The great British make off: how a new materialism can give us back control

A true march of the makers will turn the tables on our abusive consumer culture and deliver the richer relationship with ‘stuff’ that our economy is crying out for

Materialism has become synonymous with consumerism – wasteful, debt-fuelled and ultimately unsatisfying. But what if we’ve not been looking in the wrong place for happiness, and we’ve just got the relationship badly wrong? Like an abusive relationship, we voraciously acquire things we barely use to fill acres of storage space while underpaid workers sleep in tents outside warehouses that feed our seemingly insatiable desire for more. There must be a better way.

Writing in 2012, Andrew Simms and I made the case for a “New Materialism” in which we nurture a more deeply pleasurable, and respectful, relationship with the world of things. Not only do we think it will significantly enhance our collective wellbeing, it’s a vital step if we are to find ways for everyone to thrive while living within environmental means. The New Materialism also offers solutions to key economic challenges such as the need to generate ample, good-quality jobs, rebuild hollowed-out economies and communities – and make everyday goods and services available in ways that escape the consumer-debt trap.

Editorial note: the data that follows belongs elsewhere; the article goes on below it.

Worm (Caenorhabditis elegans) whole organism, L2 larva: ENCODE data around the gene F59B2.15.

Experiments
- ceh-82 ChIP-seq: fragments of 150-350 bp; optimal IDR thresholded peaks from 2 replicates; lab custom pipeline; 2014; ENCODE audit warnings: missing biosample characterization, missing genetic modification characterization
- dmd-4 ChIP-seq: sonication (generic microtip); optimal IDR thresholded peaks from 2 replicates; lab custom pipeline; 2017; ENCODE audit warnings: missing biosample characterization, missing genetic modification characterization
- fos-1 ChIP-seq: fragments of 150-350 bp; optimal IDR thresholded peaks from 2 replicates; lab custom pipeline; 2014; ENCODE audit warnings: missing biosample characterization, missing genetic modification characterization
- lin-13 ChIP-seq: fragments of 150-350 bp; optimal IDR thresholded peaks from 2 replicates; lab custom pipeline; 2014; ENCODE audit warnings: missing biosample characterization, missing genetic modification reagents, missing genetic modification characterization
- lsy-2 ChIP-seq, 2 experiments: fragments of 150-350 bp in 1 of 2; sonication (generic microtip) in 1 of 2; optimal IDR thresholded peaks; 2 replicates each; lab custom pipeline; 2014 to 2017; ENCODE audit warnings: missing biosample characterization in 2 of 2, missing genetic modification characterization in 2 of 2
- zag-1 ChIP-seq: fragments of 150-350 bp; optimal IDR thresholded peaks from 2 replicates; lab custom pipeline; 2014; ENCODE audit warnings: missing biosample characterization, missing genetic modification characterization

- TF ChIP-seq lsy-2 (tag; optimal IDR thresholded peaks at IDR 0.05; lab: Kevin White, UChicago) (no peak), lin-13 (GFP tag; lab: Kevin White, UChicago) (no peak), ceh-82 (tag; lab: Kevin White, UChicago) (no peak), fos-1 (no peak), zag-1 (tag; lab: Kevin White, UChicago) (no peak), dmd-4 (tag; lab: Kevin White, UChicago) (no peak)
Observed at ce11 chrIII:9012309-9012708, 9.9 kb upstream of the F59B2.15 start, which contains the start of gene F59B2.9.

Far from eschewing materialism, a deeper understanding of humankind’s place in a living world of materials suggests the need and opportunity for a different kind of love affair with “stuff” – a long-term relationship of appreciation, slow pleasures, care and respect. Instead of abstinence and austerity, embracing the New Materialism could have profoundly positive effects. Inverting classic expectations of productivity in which fewer people produce more stuff for consumption, the New Materialism points to an economy in which, in effect, more people produce less stuff for consumption.

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